Engineers from the Thayer School of Engineering at Dartmouth (Hanover, New Hampshire) and radiologists are developing new approaches for an emerging technique in diagnostic imaging for breast cancer-MRI with near –infrared spectroscopy (IIRS) as reported in the February issue of the journal Academic Radiology.
Combined MRI¬–NIRS may benefit women whose mammograms showed an abnormality and require further testing to rule out cancer. The test would be conducted before an invasive biopsy to look for tumors. For the new method to work successfully in routine patient care, MRI–NIRS must adapt to an individual’s body size as well as accommodate a range of cup sizes. The equipment must also mobilize and maintain contact with the breast.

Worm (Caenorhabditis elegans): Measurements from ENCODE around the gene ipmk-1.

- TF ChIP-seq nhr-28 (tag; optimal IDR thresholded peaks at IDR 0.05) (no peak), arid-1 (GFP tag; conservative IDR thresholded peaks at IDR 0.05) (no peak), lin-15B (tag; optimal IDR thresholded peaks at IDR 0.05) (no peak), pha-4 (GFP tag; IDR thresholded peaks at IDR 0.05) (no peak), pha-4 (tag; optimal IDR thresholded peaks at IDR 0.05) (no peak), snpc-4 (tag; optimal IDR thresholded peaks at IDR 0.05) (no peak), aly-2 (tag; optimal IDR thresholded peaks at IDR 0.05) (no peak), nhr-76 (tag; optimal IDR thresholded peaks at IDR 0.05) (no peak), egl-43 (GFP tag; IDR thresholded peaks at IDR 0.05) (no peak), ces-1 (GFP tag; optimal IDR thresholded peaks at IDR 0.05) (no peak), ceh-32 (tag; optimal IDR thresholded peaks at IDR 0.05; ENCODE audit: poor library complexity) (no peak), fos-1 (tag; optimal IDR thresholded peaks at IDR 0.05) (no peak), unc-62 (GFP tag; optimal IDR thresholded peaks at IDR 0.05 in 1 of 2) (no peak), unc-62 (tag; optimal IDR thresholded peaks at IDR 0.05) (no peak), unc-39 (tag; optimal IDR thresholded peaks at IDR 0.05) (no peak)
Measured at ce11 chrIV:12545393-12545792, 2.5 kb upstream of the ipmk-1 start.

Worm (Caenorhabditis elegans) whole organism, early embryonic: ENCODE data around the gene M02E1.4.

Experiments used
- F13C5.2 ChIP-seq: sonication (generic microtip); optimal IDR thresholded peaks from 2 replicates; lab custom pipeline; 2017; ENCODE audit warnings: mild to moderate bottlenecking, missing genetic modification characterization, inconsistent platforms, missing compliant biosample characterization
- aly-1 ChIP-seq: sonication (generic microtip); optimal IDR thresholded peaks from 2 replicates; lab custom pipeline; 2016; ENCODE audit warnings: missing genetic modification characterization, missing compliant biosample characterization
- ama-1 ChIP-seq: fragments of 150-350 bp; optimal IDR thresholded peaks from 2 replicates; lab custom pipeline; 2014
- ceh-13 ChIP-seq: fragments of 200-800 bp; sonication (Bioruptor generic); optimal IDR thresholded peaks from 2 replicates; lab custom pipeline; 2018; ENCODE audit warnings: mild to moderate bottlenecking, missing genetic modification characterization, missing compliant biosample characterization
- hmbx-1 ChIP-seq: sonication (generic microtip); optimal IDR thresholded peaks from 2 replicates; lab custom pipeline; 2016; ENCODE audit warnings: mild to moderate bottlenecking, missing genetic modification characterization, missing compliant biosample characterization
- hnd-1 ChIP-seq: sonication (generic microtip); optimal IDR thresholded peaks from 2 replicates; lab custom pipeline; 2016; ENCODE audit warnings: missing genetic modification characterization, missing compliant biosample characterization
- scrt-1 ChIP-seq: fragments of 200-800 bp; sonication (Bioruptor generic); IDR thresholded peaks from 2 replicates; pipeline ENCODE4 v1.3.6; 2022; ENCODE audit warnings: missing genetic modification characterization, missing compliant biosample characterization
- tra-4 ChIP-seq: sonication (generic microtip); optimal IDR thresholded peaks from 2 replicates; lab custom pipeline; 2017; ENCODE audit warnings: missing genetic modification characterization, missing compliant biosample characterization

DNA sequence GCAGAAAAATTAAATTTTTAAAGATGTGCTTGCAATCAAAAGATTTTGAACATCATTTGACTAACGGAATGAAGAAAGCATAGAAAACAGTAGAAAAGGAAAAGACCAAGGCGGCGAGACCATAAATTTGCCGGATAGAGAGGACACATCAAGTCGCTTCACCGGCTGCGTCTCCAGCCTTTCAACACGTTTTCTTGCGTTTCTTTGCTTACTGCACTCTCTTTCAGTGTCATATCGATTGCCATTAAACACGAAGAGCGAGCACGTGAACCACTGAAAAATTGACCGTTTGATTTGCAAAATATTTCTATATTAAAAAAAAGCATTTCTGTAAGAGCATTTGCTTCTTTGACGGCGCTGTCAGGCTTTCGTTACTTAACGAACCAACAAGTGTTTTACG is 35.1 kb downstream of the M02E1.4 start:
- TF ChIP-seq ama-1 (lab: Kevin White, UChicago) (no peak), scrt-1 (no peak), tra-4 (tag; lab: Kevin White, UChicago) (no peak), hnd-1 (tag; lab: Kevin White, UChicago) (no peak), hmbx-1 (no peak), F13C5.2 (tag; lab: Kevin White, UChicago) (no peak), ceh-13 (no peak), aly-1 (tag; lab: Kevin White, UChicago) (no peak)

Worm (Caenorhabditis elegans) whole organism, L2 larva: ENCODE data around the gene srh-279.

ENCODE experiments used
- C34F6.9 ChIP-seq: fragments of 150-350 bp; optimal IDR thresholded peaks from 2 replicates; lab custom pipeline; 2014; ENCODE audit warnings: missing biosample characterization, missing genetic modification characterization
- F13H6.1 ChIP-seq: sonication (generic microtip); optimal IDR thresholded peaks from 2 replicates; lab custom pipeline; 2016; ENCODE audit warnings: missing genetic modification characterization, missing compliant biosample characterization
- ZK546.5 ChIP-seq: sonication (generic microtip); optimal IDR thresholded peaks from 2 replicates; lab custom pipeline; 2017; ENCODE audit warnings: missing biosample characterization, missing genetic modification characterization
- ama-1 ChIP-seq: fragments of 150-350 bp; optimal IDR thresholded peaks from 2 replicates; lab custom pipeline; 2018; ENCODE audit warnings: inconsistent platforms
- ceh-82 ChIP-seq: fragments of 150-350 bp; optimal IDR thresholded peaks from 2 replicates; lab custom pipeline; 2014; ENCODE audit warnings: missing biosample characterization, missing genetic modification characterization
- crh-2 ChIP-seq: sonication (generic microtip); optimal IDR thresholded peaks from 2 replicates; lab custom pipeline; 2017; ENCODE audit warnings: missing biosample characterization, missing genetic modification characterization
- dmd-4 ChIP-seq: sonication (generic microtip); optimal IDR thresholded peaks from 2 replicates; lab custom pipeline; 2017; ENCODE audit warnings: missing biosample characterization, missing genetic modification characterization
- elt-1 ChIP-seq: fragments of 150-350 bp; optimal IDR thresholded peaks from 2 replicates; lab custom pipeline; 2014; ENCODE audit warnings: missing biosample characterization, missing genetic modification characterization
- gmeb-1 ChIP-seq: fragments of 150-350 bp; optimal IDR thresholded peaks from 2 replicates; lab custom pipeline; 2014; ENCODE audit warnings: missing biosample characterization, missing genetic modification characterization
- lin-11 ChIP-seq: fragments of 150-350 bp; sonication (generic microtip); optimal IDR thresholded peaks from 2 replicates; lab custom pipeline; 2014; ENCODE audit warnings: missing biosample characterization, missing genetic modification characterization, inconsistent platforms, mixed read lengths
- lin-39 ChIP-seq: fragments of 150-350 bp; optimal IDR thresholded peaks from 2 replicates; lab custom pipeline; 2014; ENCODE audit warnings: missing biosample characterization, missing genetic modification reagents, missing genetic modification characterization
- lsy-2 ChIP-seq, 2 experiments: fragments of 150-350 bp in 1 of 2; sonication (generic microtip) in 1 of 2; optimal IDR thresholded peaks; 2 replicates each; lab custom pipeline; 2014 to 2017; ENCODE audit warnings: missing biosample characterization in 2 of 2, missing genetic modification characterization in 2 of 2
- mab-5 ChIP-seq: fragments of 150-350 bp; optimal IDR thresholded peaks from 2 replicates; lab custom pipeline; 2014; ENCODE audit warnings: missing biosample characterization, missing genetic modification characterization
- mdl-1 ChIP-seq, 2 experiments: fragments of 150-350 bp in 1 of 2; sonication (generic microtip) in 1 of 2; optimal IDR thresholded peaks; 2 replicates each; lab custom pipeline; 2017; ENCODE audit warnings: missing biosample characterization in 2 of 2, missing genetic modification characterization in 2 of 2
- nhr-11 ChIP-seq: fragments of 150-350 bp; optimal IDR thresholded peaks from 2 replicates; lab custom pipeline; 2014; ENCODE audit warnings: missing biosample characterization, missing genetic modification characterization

MRI–NIRS testing may offer specific advantages to women with dense breasts, who are more likely to develop and die from breast cancer. A dense breast is harder for a radiologist to “see through” when using traditional imaging equipment, which reportedly lacks the sensitivity to penetrate the dense tissue. Standard breast screening is effective 77-97 percent of the time in a normal breast, but precision falls to 63-89 percent when a breast is dense.